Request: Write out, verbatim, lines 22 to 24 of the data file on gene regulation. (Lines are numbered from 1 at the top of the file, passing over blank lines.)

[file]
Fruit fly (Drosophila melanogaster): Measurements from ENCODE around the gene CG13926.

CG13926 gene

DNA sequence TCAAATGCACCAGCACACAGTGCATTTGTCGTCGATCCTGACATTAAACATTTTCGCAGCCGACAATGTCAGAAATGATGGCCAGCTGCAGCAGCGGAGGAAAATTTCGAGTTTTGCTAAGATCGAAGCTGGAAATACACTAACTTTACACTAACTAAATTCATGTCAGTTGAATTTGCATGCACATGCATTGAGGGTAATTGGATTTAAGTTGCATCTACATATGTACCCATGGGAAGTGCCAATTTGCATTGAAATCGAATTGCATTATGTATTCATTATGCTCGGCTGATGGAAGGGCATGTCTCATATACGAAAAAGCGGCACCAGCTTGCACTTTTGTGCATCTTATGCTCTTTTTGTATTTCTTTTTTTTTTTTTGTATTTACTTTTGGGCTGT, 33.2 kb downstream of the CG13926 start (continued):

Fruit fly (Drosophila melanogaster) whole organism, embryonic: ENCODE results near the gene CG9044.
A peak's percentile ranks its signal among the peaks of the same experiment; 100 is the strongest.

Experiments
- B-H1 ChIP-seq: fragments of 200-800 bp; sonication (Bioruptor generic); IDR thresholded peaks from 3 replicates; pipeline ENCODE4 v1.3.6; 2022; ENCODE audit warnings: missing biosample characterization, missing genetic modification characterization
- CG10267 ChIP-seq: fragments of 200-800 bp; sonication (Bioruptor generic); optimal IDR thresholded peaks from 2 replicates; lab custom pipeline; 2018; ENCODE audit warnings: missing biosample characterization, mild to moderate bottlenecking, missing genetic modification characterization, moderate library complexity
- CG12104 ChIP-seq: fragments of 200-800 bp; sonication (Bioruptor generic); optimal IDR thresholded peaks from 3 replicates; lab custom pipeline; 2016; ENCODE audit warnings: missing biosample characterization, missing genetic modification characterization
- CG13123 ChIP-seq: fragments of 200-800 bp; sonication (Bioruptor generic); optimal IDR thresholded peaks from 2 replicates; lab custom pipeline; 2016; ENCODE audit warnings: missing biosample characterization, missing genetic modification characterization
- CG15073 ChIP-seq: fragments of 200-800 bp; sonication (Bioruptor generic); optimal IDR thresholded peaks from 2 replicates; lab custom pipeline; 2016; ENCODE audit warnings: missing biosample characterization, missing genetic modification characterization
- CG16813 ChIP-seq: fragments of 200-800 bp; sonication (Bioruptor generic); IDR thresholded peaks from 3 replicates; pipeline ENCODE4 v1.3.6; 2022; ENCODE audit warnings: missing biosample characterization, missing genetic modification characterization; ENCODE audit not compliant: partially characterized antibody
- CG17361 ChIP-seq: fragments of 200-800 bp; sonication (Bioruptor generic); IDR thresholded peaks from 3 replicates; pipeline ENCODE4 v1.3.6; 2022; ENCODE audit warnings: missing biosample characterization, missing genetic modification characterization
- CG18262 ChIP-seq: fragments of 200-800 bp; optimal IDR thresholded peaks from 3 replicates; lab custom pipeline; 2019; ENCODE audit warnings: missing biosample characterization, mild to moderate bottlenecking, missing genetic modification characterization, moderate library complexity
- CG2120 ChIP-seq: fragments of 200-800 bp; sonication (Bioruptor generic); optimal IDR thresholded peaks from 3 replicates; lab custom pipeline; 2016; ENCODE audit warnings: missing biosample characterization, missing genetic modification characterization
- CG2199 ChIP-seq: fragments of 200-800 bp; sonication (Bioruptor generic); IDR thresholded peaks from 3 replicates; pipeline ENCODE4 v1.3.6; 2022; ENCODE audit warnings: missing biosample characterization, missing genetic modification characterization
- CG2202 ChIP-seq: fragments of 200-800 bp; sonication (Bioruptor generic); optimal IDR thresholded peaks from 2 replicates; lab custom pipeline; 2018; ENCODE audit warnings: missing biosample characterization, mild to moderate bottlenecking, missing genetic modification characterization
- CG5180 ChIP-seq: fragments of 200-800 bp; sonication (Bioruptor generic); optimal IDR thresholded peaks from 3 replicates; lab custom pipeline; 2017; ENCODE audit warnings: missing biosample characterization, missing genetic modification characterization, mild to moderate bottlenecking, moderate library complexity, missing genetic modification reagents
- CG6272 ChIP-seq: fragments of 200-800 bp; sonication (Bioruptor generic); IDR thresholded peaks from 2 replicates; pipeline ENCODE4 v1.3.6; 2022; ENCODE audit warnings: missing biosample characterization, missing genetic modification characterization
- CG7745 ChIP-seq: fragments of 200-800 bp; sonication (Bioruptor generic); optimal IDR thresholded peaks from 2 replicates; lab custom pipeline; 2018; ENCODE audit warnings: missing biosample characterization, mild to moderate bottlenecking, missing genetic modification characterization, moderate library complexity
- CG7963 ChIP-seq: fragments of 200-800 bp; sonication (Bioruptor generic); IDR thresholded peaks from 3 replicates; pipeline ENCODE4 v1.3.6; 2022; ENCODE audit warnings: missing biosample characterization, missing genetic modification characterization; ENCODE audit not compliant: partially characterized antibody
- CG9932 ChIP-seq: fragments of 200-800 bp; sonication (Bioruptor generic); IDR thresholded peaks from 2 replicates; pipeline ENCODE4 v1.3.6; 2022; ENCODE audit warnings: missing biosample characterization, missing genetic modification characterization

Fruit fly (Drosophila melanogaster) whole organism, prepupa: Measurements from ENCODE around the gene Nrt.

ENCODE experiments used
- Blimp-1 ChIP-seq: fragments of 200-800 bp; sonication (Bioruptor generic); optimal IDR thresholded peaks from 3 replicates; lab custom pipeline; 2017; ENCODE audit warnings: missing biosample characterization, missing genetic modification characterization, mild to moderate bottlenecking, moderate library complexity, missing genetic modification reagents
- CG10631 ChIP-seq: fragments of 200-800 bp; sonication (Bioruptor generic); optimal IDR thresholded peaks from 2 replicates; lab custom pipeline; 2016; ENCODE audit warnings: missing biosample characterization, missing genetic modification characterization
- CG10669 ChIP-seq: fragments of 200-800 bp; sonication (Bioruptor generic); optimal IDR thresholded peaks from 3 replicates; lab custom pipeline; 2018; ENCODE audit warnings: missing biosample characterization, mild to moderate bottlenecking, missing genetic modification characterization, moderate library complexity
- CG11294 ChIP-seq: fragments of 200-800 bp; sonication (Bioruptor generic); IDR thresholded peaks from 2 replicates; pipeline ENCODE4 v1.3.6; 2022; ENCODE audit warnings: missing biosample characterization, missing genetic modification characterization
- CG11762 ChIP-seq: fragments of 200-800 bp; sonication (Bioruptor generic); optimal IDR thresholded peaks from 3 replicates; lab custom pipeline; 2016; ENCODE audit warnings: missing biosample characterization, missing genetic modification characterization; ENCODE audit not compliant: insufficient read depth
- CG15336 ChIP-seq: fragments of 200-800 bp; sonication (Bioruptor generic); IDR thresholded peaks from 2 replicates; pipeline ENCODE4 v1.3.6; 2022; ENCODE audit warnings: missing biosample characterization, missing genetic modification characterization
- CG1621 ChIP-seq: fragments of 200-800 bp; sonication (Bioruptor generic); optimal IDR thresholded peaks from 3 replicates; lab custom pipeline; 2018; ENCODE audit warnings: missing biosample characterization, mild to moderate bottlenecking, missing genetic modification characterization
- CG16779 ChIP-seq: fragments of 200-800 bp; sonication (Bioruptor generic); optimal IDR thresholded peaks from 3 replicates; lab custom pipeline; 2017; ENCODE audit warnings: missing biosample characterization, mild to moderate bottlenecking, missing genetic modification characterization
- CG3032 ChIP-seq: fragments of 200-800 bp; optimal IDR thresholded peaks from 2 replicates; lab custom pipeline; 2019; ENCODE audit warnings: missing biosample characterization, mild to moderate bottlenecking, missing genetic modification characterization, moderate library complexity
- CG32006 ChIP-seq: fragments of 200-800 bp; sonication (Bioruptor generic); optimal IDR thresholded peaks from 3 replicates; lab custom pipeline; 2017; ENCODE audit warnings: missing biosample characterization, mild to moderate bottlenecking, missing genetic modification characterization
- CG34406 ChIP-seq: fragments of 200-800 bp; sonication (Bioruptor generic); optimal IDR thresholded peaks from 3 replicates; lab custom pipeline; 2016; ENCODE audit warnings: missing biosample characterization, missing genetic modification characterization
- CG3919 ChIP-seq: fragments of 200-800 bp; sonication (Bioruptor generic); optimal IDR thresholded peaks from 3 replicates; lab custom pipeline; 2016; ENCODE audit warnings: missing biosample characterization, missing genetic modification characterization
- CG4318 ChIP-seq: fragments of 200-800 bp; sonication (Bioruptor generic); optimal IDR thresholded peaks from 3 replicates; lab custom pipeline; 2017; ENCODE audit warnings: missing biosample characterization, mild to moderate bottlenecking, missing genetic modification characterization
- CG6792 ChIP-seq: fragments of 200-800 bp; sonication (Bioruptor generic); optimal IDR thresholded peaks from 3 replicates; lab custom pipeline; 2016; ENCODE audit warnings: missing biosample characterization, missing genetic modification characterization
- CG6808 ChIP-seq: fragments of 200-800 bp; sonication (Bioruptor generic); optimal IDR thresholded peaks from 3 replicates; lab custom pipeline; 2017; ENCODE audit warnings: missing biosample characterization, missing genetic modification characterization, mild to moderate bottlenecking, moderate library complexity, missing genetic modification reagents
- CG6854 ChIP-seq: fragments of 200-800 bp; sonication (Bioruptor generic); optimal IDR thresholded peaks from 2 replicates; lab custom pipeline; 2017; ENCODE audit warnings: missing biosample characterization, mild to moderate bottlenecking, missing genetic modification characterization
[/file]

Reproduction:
- CG9932 ChIP-seq: fragments of 200-800 bp; sonication (Bioruptor generic); IDR thresholded peaks from 2 replicates; pipeline ENCODE4 v1.3.6; 2022; ENCODE audit warnings: missing biosample characterization, missing genetic modification characterization

Fruit fly (Drosophila melanogaster) whole organism, prepupa: Measurements from ENCODE around the gene Nrt.

ENCODE experiments used